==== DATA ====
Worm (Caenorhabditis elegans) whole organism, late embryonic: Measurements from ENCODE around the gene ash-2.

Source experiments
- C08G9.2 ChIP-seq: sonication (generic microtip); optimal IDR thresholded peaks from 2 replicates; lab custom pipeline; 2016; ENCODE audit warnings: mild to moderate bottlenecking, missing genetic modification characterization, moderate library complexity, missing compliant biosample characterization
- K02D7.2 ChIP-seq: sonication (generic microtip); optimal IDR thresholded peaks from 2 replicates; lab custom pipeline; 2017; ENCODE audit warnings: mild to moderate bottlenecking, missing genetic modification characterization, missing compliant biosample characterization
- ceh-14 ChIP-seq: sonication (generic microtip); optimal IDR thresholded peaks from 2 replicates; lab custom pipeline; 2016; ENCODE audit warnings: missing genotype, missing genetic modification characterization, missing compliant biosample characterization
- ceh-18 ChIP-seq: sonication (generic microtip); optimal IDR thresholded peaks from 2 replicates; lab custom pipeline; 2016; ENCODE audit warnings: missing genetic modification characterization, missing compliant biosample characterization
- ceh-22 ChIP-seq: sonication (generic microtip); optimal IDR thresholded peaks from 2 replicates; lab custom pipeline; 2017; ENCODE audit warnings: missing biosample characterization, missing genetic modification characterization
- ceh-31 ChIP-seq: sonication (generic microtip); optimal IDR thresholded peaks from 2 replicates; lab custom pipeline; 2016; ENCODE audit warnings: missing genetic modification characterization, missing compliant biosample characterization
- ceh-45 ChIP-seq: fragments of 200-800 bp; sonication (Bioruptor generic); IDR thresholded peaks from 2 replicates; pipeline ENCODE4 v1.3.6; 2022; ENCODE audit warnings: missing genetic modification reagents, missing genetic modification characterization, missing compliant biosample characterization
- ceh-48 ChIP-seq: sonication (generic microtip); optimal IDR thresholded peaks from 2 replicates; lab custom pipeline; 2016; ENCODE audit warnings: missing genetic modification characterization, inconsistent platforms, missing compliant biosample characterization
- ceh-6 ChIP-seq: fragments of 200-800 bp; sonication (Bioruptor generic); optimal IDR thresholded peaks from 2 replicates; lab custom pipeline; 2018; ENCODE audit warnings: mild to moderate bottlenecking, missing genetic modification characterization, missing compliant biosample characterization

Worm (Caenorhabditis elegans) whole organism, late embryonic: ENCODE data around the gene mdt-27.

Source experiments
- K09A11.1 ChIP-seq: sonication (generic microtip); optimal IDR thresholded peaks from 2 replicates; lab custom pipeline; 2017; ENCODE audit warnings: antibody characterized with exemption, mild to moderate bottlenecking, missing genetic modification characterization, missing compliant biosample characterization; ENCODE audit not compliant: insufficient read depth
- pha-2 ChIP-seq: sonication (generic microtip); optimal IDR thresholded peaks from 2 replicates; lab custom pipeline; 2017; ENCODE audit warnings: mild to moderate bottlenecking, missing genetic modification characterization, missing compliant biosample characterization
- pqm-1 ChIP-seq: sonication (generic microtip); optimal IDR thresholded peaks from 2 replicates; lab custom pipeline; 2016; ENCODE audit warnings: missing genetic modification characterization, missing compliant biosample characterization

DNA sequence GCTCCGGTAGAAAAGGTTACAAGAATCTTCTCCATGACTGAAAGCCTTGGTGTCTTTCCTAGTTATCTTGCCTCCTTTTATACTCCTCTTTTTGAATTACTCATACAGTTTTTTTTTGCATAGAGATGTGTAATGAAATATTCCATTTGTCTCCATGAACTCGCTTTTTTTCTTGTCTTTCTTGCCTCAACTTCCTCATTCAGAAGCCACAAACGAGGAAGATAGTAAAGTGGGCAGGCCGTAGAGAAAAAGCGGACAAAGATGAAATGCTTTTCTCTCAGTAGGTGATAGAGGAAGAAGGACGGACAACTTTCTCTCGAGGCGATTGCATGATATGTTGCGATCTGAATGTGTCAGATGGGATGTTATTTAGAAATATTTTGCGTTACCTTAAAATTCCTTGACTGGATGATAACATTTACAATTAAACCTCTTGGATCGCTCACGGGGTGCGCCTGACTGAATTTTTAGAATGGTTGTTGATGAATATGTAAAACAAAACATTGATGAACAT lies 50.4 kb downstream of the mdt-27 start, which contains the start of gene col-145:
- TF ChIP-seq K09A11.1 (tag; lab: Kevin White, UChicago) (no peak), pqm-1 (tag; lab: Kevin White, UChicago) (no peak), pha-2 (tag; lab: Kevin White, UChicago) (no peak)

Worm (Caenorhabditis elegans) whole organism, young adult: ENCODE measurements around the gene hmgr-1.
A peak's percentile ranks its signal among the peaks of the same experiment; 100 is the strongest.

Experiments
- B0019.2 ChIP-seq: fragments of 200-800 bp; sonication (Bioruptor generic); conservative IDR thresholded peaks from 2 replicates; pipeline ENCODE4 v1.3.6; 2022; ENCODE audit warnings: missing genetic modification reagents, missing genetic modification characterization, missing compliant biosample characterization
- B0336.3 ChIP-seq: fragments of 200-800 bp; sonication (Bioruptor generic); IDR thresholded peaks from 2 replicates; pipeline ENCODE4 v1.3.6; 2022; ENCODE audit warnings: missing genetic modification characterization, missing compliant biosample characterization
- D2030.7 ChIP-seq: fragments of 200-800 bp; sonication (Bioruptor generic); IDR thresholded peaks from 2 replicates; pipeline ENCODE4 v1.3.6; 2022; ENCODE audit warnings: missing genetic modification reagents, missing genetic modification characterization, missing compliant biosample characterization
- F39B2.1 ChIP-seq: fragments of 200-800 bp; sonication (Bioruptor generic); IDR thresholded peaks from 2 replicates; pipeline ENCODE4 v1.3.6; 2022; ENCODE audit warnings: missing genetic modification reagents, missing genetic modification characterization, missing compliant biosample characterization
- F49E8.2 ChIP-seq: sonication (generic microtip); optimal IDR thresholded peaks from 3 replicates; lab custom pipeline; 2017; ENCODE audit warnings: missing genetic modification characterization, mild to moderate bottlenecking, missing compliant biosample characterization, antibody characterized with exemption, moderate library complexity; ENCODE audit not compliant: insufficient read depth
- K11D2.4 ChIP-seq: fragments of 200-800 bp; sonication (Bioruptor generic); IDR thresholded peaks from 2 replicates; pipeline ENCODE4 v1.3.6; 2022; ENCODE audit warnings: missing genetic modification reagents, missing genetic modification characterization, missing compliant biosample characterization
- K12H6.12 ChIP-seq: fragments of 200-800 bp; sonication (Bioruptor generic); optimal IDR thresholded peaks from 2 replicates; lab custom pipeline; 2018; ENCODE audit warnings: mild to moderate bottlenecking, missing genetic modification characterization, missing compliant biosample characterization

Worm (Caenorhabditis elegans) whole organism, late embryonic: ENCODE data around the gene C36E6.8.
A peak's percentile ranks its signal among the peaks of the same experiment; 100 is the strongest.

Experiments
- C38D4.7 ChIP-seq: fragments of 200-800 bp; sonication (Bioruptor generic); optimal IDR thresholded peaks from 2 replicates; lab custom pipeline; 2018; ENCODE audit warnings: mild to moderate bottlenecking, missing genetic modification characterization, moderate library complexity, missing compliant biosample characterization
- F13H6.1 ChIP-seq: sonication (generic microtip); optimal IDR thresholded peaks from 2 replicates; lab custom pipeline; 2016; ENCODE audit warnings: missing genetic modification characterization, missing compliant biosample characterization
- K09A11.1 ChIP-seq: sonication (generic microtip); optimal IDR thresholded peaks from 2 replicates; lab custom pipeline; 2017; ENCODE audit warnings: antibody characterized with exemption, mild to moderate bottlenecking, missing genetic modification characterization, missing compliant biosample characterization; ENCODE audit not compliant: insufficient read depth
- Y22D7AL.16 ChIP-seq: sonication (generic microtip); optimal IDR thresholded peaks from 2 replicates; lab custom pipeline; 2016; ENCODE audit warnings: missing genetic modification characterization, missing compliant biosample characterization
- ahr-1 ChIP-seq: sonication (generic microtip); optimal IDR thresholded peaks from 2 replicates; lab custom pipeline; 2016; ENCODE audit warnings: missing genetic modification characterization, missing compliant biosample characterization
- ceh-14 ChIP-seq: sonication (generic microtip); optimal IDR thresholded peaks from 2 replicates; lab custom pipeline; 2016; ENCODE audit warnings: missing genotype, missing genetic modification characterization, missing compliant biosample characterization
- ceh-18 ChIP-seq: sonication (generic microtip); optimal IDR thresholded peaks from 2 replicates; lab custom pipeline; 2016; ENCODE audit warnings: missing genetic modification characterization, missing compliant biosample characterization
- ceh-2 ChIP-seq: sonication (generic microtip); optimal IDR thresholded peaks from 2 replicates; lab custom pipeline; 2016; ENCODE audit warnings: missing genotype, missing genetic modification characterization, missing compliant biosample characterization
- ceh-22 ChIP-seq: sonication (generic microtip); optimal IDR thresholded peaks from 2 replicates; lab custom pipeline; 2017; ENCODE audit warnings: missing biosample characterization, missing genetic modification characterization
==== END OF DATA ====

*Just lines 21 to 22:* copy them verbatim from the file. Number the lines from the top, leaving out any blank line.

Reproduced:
Experiments
- B0019.2 ChIP-seq: fragments of 200-800 bp; sonication (Bioruptor generic); conservative IDR thresholded peaks from 2 replicates; pipeline ENCODE4 v1.3.6; 2022; ENCODE audit warnings: missing genetic modification reagents, missing genetic modification characterization, missing compliant biosample characterization